Grafton's series of alphabetically-titled detective novels focus on a twice-divorced private investigator named Kinsey Millhone. Millhone is a tough-talking and resourceful former police officer who often uses her police connections to assist her on cases. While she does not shrink from confrontations, Millhone prefers to settle her disputes with reason. She has occasionally been forced to resort to violence throughout the series, but it is typically in self-defense. Although the Millhone novels follow many of the conventions of detective fiction, there are definite feminist overtones and strong themes of female self-empowerment that are atypical to the genre as a whole. Millhone is an orphan who was raised by her Aunt Virginia, an eccentric woman who taught her to shoot a gun at age eight. Virginia warned Millhone to never become financially dependent on a man, because it would leave her vulnerable to abuse—a maxim Millhone follows religiously. After Virginia dies, Millhone creates a surrogate family out of her longtime friends, many of whom become recurring characters in the series. In “A” Is for Alibi, the first book in the series, Millhone is hired by Nikki Fife to find the killer of her husband, Lawrence. Nikki has finished serving an eight-year jail sentence for Lawrence's murder, but she swears she is innocent. Lawrence's first wife, Gwen, and his law partner, Charlie Scorsoni, are also prime suspects in the crime. In the course of the investigation, Millhone additionally solves two related murders, as well as the case for which she was hired. “D” Is for Deadbeat (1987) focuses on Millhone's investigation of ex-convict John Daggett's murder. Daggett's conviction stems from a drunk driving incident in which he killed five people, leaving their remaining family members emotionally destroyed. Daggett's killer turns out to be a relative of one of his victims, causing Millhone to speculate that his murder may have balanced the scales of justice. With “J” Is for Judgment (1993), Grafton balances the typical investigative-thriller aspects of the Millhone series with a thoughtful examination of Millhone's family history. Millhone is hired by the California Fidelity Insurance Company to investigate a possible insurance fraud. The subject of the investigation is Wendell Jaffe, a man who is presumed dead, but who has recently been spotted at a resort hotel in Mexico after his wife has been paid by the insurance company. Five years earlier, Jaffe was thought to have committed suicide after embezzling millions of dollars from financial investors. During her investigation, Millhone discovers that she has an entire family—aunts, cousins, and a grandmother—who knew of her existence yet never made any effort to contact her. Grafton further deepens her protagonist's characterization in “K” Is for Killer. The case forces Millhone, a morning person, to do most of her investigating during the night as she questions various people such as nurses on the night shift at a hospital, prostitutes, and all-night disc jockeys. After Millhone identifies the murderer, the police refuse to arrest her suspect. Frustrated by this apparent injustice, Millhone turns her suspect's name over to the Mafia, who have a vested interest in the crime. She knows that the mobsters will kill the murderer, thus turning Millhone into the “killer” of the novel's title. In a marked change of tone from her previous novel, “L” Is for Lawless (1995) follows Millhone in an almost lighthearted cross-country race to solve a ten-year-old bank robbery and recover the stolen money. “O” Is for Outlaw (2001) offers another examination of Millhone's past, notably her marriage to her first husband, Mickey Magruder, a character rarely mentioned in the series. Millhone divorced Mickey, a former vice officer, after he asked her to give him an alibi for a night when he was accused of beating a suspect to death. After she finds evidence that exonerates Mickey from the crime, Millhone must reevaluate the case and her reasons for leaving Mickey.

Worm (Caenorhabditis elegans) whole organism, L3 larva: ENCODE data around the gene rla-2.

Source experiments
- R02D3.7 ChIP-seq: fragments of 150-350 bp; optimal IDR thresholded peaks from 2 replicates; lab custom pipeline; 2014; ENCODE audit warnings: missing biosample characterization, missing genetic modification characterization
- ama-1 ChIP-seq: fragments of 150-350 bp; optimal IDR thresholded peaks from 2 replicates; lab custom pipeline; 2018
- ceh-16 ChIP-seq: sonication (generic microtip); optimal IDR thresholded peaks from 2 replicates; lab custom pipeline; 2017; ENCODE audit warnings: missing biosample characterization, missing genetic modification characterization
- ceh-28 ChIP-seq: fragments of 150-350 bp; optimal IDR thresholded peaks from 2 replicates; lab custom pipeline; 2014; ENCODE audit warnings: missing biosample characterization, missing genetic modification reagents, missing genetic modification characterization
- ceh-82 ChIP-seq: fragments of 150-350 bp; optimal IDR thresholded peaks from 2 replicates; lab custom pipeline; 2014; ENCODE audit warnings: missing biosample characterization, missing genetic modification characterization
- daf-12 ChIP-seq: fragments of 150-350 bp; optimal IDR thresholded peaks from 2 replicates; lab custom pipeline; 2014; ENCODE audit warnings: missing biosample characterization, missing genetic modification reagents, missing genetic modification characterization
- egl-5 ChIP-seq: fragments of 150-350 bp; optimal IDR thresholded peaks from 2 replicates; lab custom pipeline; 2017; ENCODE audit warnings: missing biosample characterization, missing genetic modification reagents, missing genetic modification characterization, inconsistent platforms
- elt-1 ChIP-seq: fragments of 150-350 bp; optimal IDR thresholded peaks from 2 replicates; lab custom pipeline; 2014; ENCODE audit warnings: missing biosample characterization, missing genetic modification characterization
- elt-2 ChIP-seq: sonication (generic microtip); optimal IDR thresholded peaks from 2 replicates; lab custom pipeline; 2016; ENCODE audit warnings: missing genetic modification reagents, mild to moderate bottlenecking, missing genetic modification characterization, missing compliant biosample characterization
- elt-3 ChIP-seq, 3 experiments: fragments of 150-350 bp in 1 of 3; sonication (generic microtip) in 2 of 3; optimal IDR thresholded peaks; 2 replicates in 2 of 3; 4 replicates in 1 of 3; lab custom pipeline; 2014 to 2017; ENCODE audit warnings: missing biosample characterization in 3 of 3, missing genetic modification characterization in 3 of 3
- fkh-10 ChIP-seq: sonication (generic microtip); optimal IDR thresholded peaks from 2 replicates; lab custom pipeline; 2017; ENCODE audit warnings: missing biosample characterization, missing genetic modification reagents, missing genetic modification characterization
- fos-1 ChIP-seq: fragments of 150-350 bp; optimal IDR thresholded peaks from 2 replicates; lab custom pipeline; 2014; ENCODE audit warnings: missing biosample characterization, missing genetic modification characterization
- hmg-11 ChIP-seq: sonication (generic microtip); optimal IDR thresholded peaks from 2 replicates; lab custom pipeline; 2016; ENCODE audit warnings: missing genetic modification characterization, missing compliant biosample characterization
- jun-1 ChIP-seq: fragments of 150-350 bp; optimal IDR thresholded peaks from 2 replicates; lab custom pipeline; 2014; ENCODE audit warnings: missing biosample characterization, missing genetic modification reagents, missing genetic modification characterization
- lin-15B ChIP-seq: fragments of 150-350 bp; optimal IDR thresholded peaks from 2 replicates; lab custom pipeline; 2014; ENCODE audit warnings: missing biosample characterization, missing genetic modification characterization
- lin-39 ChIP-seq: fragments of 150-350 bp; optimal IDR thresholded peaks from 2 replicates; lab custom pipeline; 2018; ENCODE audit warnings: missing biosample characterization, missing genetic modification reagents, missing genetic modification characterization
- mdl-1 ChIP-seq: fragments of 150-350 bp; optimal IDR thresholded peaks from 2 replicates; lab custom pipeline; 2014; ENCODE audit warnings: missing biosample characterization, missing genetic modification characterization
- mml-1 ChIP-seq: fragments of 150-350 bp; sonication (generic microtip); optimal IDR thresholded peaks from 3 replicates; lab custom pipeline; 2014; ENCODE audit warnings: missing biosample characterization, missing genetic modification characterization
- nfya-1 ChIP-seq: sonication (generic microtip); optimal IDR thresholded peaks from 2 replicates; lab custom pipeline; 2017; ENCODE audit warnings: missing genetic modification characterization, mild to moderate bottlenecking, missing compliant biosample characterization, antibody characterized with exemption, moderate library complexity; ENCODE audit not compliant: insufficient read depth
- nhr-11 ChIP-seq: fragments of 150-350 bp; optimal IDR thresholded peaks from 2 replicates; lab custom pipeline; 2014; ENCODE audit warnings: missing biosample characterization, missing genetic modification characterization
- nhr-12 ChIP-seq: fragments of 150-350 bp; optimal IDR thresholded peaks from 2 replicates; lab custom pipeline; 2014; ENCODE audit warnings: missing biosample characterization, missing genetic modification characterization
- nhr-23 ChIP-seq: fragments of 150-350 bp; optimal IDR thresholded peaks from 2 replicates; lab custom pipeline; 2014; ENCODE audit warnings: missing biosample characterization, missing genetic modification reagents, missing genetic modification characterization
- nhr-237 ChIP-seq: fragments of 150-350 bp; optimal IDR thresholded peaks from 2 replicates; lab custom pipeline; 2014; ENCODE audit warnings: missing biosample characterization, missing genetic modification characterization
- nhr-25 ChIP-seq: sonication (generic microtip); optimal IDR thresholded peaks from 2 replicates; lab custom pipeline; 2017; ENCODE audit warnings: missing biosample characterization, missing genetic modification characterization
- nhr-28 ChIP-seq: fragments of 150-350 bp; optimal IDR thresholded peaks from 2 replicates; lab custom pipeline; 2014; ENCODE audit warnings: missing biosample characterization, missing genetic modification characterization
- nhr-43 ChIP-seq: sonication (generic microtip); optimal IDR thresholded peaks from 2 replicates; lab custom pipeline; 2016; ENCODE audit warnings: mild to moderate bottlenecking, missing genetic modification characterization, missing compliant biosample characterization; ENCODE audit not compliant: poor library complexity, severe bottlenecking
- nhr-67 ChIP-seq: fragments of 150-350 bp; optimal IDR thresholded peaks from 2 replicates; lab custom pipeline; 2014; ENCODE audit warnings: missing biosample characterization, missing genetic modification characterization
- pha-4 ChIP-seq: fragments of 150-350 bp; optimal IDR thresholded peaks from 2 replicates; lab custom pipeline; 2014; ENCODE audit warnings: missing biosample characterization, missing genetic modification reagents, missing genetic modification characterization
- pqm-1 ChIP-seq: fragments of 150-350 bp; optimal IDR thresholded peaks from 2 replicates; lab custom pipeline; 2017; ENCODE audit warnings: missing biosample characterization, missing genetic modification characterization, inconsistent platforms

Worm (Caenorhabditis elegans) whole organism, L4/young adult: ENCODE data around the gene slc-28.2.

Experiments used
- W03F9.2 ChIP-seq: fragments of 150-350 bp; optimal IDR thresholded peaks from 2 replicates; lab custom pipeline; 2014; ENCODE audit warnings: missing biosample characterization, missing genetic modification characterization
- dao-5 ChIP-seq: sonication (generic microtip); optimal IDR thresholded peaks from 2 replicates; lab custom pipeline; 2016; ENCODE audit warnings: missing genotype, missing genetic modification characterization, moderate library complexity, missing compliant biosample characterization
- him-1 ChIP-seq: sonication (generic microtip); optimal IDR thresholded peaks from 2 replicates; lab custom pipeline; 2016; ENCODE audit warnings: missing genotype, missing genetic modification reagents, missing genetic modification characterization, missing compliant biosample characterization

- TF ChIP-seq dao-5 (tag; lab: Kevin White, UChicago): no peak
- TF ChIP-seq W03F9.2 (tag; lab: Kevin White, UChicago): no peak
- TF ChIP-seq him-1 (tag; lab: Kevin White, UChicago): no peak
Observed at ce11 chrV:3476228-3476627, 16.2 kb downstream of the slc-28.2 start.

Critical Reception